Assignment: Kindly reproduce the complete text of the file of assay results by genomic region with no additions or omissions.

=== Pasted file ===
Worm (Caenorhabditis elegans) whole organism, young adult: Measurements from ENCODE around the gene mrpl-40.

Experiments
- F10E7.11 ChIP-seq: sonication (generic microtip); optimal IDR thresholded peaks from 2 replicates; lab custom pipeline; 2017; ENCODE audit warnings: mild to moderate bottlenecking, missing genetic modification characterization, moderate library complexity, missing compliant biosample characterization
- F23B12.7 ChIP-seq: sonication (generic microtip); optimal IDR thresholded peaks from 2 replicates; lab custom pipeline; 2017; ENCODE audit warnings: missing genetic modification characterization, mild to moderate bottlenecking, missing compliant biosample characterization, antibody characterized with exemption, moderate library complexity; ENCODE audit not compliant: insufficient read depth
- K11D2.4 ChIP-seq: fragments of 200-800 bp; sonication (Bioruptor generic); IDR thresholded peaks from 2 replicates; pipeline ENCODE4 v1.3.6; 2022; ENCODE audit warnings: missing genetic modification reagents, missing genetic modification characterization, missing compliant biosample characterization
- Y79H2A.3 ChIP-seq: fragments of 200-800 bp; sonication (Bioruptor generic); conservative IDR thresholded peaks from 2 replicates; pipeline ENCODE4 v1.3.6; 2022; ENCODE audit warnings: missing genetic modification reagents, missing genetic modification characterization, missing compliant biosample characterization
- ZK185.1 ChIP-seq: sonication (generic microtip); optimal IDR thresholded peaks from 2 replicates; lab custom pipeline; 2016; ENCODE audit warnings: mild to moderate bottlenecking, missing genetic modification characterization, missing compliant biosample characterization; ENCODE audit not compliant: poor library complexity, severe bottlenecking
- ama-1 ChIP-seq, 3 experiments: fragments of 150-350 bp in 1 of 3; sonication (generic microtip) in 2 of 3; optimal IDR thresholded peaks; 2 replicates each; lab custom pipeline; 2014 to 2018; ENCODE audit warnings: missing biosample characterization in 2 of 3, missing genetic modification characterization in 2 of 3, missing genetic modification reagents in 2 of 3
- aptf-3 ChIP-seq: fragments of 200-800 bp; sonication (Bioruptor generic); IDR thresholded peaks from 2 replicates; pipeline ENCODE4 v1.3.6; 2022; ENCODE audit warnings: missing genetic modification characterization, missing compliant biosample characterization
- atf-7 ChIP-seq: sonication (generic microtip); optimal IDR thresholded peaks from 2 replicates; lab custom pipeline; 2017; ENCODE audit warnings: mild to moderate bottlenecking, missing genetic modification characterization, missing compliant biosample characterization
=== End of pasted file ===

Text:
Worm (Caenorhabditis elegans) whole organism, young adult: Measurements from ENCODE around the gene mrpl-40.

Experiments
- F10E7.11 ChIP-seq: sonication (generic microtip); optimal IDR thresholded peaks from 2 replicates; lab custom pipeline; 2017; ENCODE audit warnings: mild to moderate bottlenecking, missing genetic modification characterization, moderate library complexity, missing compliant biosample characterization
- F23B12.7 ChIP-seq: sonication (generic microtip); optimal IDR thresholded peaks from 2 replicates; lab custom pipeline; 2017; ENCODE audit warnings: missing genetic modification characterization, mild to moderate bottlenecking, missing compliant biosample characterization, antibody characterized with exemption, moderate library complexity; ENCODE audit not compliant: insufficient read depth
- K11D2.4 ChIP-seq: fragments of 200-800 bp; sonication (Bioruptor generic); IDR thresholded peaks from 2 replicates; pipeline ENCODE4 v1.3.6; 2022; ENCODE audit warnings: missing genetic modification reagents, missing genetic modification characterization, missing compliant biosample characterization
- Y79H2A.3 ChIP-seq: fragments of 200-800 bp; sonication (Bioruptor generic); conservative IDR thresholded peaks from 2 replicates; pipeline ENCODE4 v1.3.6; 2022; ENCODE audit warnings: missing genetic modification reagents, missing genetic modification characterization, missing compliant biosample characterization
- ZK185.1 ChIP-seq: sonication (generic microtip); optimal IDR thresholded peaks from 2 replicates; lab custom pipeline; 2016; ENCODE audit warnings: mild to moderate bottlenecking, missing genetic modification characterization, missing compliant biosample characterization; ENCODE audit not compliant: poor library complexity, severe bottlenecking
- ama-1 ChIP-seq, 3 experiments: fragments of 150-350 bp in 1 of 3; sonication (generic microtip) in 2 of 3; optimal IDR thresholded peaks; 2 replicates each; lab custom pipeline; 2014 to 2018; ENCODE audit warnings: missing biosample characterization in 2 of 3, missing genetic modification characterization in 2 of 3, missing genetic modification reagents in 2 of 3
- aptf-3 ChIP-seq: fragments of 200-800 bp; sonication (Bioruptor generic); IDR thresholded peaks from 2 replicates; pipeline ENCODE4 v1.3.6; 2022; ENCODE audit warnings: missing genetic modification characterization, missing compliant biosample characterization
- atf-7 ChIP-seq: sonication (generic microtip); optimal IDR thresholded peaks from 2 replicates; lab custom pipeline; 2017; ENCODE audit warnings: mild to moderate bottlenecking, missing genetic modification characterization, missing compliant biosample characterization